Every child has their own reasons for wanting to write, but they all have found reasons over the years to pursue writing, which always involves spelling.

2. Games of All Kinds

Games have always been a natural part of our homeschool and our life. 

I discovered Cait from My Little Poppies when I was a baby homeschooler, and I loved the idea of learning through play!

So I stocked up on various educational board games (now I know that all games are educational) and we played them several times a week. 

My oldest in particular loves language arts games of all kinds. 

Boggle, Scrabble, crosswords. Apps like Word Cross Puzzle and New York Times’ Spelling Bee.

My other kids enjoy video games far more, and that’s o.k. There is so much value in video games, and kids are using their brains so much when they play them! 

You Might Also Like: 30+ Science Board Games for Kids (Organized by Age Level)

3. Reading

Of all my kids, my oldest is the one who read the most physical books so far. That’s before her dad introduced her to the great wide world of audiobooks.

But even after audiobooks, she still read things like instruction manuals and picture books to younger siblings and signs and all kinds of things on the internet. 

I still read physical books to my younger two kids (picture books and THIS graphic novel series), with my 7-year-old asking me to put my finger under the words all the time.

Kids who aren’t into physical books still read all the time, things like….

Video games actually tend to require a lot of reading to make progress in the game. To interact with others online, you need reading and writing, both of which involve spelling.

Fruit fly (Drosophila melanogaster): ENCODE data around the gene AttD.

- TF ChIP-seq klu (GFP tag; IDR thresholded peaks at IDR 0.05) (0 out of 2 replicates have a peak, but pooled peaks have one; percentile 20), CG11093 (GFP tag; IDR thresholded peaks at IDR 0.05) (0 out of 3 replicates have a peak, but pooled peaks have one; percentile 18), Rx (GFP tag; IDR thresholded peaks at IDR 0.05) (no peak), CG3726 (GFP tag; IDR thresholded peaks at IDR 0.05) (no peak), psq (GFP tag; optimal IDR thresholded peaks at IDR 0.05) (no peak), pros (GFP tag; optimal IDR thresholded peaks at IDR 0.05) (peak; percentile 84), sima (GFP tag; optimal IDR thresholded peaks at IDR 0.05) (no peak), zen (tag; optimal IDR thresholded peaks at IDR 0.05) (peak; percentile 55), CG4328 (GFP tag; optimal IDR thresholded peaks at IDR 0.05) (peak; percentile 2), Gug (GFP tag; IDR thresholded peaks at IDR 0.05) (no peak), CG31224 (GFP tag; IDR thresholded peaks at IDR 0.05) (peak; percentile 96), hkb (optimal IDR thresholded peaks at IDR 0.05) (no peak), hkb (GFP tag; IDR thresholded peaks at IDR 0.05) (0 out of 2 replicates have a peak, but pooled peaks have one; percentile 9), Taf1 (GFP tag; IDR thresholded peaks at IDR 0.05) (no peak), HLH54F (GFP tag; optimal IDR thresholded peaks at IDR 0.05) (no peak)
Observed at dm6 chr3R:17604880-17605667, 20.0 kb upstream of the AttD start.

Related: Learning to Read is a Natural Process…If You Can Be Patient

All About Spelling tiles, sitting unused on magnetic whiteboard

Should You Spell Words When Your Child Asks, Or Make Them Sound It Out?

This comes up so frequently, I thought I’d address it head on. 

If your child asks you how to spell a word, just spell it for them. Pretty please? 

Have you seen our language?! Words break spelling rules all.the.time. 

Some of the letters you can hear; some of them you can’t. It’s a mess.

Instead of making them laboriously sound out and attempt to spell the word (don’t you think they probably did that?, they will learn far more by you telling them how to spell it, and writing/typing out the word. 

Plus, you, an adult, “ask” tools how to spell all the time: spellcheck, google, etc. 

And if you asked another adult how to spell a word, how would you feel being forced to “sound it out”? Probably crappy, annoyed, ashamed that you asked in the first place.

You wouldn’t be motivated to ask again, that’s for sure.

Do to your child what you would want done to you.

Related: What Is Respectful Parenting? A Sadly Radical Philosophy

spelling flash cards with "A" words, like again and afraid.

What If My Unschooled Kid Asks to Work On Spelling?

Earlier this year, my 11-year-old was playing Minecraft and chatting with people on Discord. He was asking them how to spell words, or just not spelling them correctly.

Sadly, they joked about him being homeschooled and that’s why he can’t spell very well. When he told them to knock it off, they did, but the experience prompted him to ask me how he could improve his spelling.

I started brainstorming and hunting for spelling resources. My first stop happened to be a curriculum Sarah MacKenzie mentioned using with her kids.

I haven’t bought a curriculum in years. I didn’t like curriculum years ago, so I’m not sure why I thought it would be any different today.

But hey, maybe I was missing out on a curriculum others were raving about. I decided to give it a try.

(It reminded me again that yeah, I still don’t like curriculum.)

Plan A: Spelling Curriculum

First, we tried All About Spelling (I’d heard good things about Phonetic Zoo, as well). It was my first curriculum purchase in years. 

And I really wanted it to work. I did. 

But the minute I broke it out, I got all the same vibes I got years ago when I tried to use Saxon Math. The scripted teacher guide was just, so, so…curriculumy. So schooly.

Maybe that works for some people. It definitely didn’t work for us. 

We dragged our feet through the first few lessons, until I decided to abandon it. 

(I do like the letter tiles though. Not that we use them much at the moment, but maybe with another kid one day?)